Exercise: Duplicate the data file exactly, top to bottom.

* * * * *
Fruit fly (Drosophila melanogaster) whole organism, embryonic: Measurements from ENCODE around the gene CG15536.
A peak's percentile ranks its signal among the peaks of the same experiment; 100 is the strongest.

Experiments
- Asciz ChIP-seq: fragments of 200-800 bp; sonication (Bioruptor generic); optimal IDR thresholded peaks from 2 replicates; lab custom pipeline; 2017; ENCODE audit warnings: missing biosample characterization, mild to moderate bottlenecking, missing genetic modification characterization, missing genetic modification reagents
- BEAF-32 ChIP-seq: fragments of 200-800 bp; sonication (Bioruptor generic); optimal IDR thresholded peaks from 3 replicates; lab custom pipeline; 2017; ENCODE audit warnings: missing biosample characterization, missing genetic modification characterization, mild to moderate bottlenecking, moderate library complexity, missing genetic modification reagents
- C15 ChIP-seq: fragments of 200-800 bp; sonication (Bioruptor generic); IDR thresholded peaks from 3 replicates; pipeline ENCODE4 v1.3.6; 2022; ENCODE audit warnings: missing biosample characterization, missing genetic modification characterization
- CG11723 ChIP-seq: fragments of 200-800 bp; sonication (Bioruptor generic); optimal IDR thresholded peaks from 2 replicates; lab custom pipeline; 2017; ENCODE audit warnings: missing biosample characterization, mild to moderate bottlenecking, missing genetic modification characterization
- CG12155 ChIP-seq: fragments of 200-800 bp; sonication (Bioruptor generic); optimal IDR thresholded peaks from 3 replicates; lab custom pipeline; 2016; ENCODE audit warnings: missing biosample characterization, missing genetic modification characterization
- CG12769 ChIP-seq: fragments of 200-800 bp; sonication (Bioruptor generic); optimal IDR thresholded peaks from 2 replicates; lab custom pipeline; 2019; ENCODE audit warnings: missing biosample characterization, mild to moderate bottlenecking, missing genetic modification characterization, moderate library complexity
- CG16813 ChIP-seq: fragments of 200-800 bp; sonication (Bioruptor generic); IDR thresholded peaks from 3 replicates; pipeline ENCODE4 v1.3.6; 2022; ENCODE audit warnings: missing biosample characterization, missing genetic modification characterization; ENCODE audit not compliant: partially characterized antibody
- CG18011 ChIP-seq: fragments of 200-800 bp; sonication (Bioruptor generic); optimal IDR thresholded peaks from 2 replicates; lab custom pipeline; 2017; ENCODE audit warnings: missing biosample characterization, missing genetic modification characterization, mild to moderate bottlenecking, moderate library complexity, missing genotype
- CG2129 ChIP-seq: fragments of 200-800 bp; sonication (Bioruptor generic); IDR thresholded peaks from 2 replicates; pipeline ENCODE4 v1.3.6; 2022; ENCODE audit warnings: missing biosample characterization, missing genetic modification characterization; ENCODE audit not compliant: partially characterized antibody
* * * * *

Fruit fly (Drosophila melanogaster) whole organism, embryonic: Measurements from ENCODE around the gene CG15536.
A peak's percentile ranks its signal among the peaks of the same experiment; 100 is the strongest.

Experiments
- Asciz ChIP-seq: fragments of 200-800 bp; sonication (Bioruptor generic); optimal IDR thresholded peaks from 2 replicates; lab custom pipeline; 2017; ENCODE audit warnings: missing biosample characterization, mild to moderate bottlenecking, missing genetic modification characterization, missing genetic modification reagents
- BEAF-32 ChIP-seq: fragments of 200-800 bp; sonication (Bioruptor generic); optimal IDR thresholded peaks from 3 replicates; lab custom pipeline; 2017; ENCODE audit warnings: missing biosample characterization, missing genetic modification characterization, mild to moderate bottlenecking, moderate library complexity, missing genetic modification reagents
- C15 ChIP-seq: fragments of 200-800 bp; sonication (Bioruptor generic); IDR thresholded peaks from 3 replicates; pipeline ENCODE4 v1.3.6; 2022; ENCODE audit warnings: missing biosample characterization, missing genetic modification characterization
- CG11723 ChIP-seq: fragments of 200-800 bp; sonication (Bioruptor generic); optimal IDR thresholded peaks from 2 replicates; lab custom pipeline; 2017; ENCODE audit warnings: missing biosample characterization, mild to moderate bottlenecking, missing genetic modification characterization
- CG12155 ChIP-seq: fragments of 200-800 bp; sonication (Bioruptor generic); optimal IDR thresholded peaks from 3 replicates; lab custom pipeline; 2016; ENCODE audit warnings: missing biosample characterization, missing genetic modification characterization
- CG12769 ChIP-seq: fragments of 200-800 bp; sonication (Bioruptor generic); optimal IDR thresholded peaks from 2 replicates; lab custom pipeline; 2019; ENCODE audit warnings: missing biosample characterization, mild to moderate bottlenecking, missing genetic modification characterization, moderate library complexity
- CG16813 ChIP-seq: fragments of 200-800 bp; sonication (Bioruptor generic); IDR thresholded peaks from 3 replicates; pipeline ENCODE4 v1.3.6; 2022; ENCODE audit warnings: missing biosample characterization, missing genetic modification characterization; ENCODE audit not compliant: partially characterized antibody
- CG18011 ChIP-seq: fragments of 200-800 bp; sonication (Bioruptor generic); optimal IDR thresholded peaks from 2 replicates; lab custom pipeline; 2017; ENCODE audit warnings: missing biosample characterization, missing genetic modification characterization, mild to moderate bottlenecking, moderate library complexity, missing genotype
- CG2129 ChIP-seq: fragments of 200-800 bp; sonication (Bioruptor generic); IDR thresholded peaks from 2 replicates; pipeline ENCODE4 v1.3.6; 2022; ENCODE audit warnings: missing biosample characterization, missing genetic modification characterization; ENCODE audit not compliant: partially characterized antibody